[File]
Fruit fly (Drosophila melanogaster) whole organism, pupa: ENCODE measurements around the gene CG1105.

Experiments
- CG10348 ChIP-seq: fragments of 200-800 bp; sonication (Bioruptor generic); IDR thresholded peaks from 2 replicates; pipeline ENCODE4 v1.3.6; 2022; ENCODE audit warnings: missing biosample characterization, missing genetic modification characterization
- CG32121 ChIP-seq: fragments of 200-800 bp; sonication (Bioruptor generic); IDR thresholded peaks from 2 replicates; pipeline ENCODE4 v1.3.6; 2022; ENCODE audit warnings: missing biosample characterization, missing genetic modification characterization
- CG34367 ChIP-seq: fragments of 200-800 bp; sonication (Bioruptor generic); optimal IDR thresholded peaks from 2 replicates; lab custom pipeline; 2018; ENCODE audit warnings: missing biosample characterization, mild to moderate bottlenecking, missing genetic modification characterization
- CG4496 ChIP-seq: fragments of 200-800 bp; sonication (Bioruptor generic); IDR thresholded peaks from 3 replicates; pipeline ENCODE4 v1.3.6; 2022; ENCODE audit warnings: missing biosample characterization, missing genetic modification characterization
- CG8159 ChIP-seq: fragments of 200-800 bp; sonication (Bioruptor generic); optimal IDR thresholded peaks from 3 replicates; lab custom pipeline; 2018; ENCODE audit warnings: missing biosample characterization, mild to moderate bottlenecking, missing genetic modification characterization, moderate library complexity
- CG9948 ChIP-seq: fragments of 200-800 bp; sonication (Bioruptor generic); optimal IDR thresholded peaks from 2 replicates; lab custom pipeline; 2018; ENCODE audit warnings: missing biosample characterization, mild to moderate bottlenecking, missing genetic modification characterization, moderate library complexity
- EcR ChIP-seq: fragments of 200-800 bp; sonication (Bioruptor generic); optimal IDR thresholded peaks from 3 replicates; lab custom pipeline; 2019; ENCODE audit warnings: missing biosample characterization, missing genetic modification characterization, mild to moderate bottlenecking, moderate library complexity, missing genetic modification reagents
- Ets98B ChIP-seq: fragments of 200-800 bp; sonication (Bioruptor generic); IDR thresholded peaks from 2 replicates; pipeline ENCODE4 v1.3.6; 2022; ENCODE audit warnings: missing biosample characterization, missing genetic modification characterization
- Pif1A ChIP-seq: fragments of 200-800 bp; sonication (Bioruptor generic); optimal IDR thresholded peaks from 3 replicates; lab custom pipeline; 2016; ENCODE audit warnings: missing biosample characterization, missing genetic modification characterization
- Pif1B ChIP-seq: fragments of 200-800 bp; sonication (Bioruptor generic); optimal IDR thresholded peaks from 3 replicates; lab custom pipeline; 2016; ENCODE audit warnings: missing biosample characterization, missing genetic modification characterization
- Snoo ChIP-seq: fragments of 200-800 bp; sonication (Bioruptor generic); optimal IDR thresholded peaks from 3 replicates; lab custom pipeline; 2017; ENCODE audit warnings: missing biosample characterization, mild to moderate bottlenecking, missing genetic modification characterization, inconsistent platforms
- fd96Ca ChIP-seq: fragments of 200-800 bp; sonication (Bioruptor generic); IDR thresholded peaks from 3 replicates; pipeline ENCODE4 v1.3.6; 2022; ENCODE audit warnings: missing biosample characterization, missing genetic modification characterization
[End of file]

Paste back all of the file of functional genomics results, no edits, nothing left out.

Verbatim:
Fruit fly (Drosophila melanogaster) whole organism, pupa: ENCODE measurements around the gene CG1105.

Experiments
- CG10348 ChIP-seq: fragments of 200-800 bp; sonication (Bioruptor generic); IDR thresholded peaks from 2 replicates; pipeline ENCODE4 v1.3.6; 2022; ENCODE audit warnings: missing biosample characterization, missing genetic modification characterization
- CG32121 ChIP-seq: fragments of 200-800 bp; sonication (Bioruptor generic); IDR thresholded peaks from 2 replicates; pipeline ENCODE4 v1.3.6; 2022; ENCODE audit warnings: missing biosample characterization, missing genetic modification characterization
- CG34367 ChIP-seq: fragments of 200-800 bp; sonication (Bioruptor generic); optimal IDR thresholded peaks from 2 replicates; lab custom pipeline; 2018; ENCODE audit warnings: missing biosample characterization, mild to moderate bottlenecking, missing genetic modification characterization
- CG4496 ChIP-seq: fragments of 200-800 bp; sonication (Bioruptor generic); IDR thresholded peaks from 3 replicates; pipeline ENCODE4 v1.3.6; 2022; ENCODE audit warnings: missing biosample characterization, missing genetic modification characterization
- CG8159 ChIP-seq: fragments of 200-800 bp; sonication (Bioruptor generic); optimal IDR thresholded peaks from 3 replicates; lab custom pipeline; 2018; ENCODE audit warnings: missing biosample characterization, mild to moderate bottlenecking, missing genetic modification characterization, moderate library complexity
- CG9948 ChIP-seq: fragments of 200-800 bp; sonication (Bioruptor generic); optimal IDR thresholded peaks from 2 replicates; lab custom pipeline; 2018; ENCODE audit warnings: missing biosample characterization, mild to moderate bottlenecking, missing genetic modification characterization, moderate library complexity
- EcR ChIP-seq: fragments of 200-800 bp; sonication (Bioruptor generic); optimal IDR thresholded peaks from 3 replicates; lab custom pipeline; 2019; ENCODE audit warnings: missing biosample characterization, missing genetic modification characterization, mild to moderate bottlenecking, moderate library complexity, missing genetic modification reagents
- Ets98B ChIP-seq: fragments of 200-800 bp; sonication (Bioruptor generic); IDR thresholded peaks from 2 replicates; pipeline ENCODE4 v1.3.6; 2022; ENCODE audit warnings: missing biosample characterization, missing genetic modification characterization
- Pif1A ChIP-seq: fragments of 200-800 bp; sonication (Bioruptor generic); optimal IDR thresholded peaks from 3 replicates; lab custom pipeline; 2016; ENCODE audit warnings: missing biosample characterization, missing genetic modification characterization
- Pif1B ChIP-seq: fragments of 200-800 bp; sonication (Bioruptor generic); optimal IDR thresholded peaks from 3 replicates; lab custom pipeline; 2016; ENCODE audit warnings: missing biosample characterization, missing genetic modification characterization
- Snoo ChIP-seq: fragments of 200-800 bp; sonication (Bioruptor generic); optimal IDR thresholded peaks from 3 replicates; lab custom pipeline; 2017; ENCODE audit warnings: missing biosample characterization, mild to moderate bottlenecking, missing genetic modification characterization, inconsistent platforms
- fd96Ca ChIP-seq: fragments of 200-800 bp; sonication (Bioruptor generic); IDR thresholded peaks from 3 replicates; pipeline ENCODE4 v1.3.6; 2022; ENCODE audit warnings: missing biosample characterization, missing genetic modification characterization